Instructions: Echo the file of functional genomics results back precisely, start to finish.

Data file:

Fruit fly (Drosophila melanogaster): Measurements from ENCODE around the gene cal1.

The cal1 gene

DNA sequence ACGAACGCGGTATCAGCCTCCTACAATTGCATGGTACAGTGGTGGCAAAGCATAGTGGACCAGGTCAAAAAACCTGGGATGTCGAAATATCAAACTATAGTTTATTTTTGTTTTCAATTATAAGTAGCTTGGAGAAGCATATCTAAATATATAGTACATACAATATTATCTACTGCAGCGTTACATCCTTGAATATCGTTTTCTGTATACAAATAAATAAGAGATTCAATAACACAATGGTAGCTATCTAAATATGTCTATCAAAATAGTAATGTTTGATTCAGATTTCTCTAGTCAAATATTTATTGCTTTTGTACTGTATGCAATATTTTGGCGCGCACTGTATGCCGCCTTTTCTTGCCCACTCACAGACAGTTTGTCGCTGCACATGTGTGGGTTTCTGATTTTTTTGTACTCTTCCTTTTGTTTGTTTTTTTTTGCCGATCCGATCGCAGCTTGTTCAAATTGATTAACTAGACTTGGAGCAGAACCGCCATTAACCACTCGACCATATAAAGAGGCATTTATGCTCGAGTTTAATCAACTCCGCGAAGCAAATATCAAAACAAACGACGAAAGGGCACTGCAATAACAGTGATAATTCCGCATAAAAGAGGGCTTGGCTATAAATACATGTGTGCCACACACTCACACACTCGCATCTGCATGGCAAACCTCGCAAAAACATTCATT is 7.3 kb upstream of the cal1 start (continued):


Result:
Fruit fly (Drosophila melanogaster): Measurements from ENCODE around the gene cal1.

The cal1 gene

DNA sequence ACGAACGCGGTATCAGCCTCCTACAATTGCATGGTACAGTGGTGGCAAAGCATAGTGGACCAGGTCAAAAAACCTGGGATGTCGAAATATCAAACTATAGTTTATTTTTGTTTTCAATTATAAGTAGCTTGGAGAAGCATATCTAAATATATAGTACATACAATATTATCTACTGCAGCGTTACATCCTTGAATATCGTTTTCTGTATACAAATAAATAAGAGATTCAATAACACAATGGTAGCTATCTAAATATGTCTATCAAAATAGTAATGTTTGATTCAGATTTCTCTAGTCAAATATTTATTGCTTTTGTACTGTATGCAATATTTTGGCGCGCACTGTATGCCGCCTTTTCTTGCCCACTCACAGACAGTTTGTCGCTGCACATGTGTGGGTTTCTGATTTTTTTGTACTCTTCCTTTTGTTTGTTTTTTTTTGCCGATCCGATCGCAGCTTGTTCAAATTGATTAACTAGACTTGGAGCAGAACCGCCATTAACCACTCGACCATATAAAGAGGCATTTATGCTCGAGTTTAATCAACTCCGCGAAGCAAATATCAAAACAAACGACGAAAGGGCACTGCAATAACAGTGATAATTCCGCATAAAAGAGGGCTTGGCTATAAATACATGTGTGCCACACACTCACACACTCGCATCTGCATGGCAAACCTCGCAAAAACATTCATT is 7.3 kb upstream of the cal1 start (continued):